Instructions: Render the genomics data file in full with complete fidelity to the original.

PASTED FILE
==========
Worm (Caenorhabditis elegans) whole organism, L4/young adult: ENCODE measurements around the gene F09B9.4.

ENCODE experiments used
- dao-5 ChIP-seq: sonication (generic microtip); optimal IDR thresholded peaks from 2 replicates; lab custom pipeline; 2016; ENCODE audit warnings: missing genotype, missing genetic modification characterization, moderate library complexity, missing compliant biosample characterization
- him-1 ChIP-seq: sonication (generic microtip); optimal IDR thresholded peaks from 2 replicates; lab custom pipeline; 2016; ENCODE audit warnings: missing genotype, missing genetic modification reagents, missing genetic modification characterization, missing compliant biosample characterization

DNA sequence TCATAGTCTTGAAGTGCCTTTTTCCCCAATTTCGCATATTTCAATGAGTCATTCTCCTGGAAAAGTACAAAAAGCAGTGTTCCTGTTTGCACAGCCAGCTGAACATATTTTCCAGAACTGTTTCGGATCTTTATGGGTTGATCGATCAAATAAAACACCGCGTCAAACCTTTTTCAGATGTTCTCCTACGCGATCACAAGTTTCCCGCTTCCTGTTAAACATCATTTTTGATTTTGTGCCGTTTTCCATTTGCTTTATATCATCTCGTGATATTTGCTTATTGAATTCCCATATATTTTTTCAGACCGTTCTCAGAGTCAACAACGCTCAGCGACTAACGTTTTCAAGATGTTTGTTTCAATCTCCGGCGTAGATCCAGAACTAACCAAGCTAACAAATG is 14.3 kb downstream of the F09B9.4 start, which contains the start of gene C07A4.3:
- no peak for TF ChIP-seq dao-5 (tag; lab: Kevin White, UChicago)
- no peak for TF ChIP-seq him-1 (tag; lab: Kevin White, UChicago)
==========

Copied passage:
Worm (Caenorhabditis elegans) whole organism, L4/young adult: ENCODE measurements around the gene F09B9.4.

ENCODE experiments used
- dao-5 ChIP-seq: sonication (generic microtip); optimal IDR thresholded peaks from 2 replicates; lab custom pipeline; 2016; ENCODE audit warnings: missing genotype, missing genetic modification characterization, moderate library complexity, missing compliant biosample characterization
- him-1 ChIP-seq: sonication (generic microtip); optimal IDR thresholded peaks from 2 replicates; lab custom pipeline; 2016; ENCODE audit warnings: missing genotype, missing genetic modification reagents, missing genetic modification characterization, missing compliant biosample characterization

DNA sequence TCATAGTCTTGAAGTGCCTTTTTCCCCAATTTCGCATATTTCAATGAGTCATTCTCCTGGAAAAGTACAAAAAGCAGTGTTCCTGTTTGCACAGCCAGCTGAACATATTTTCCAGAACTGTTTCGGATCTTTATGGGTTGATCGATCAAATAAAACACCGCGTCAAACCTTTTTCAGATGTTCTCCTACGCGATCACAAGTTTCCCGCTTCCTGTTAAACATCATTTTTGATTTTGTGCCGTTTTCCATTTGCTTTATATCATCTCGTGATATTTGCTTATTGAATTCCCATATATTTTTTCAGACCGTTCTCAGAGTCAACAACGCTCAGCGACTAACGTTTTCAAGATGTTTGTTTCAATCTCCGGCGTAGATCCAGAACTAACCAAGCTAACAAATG is 14.3 kb downstream of the F09B9.4 start, which contains the start of gene C07A4.3:
- no peak for TF ChIP-seq dao-5 (tag; lab: Kevin White, UChicago)
- no peak for TF ChIP-seq him-1 (tag; lab: Kevin White, UChicago)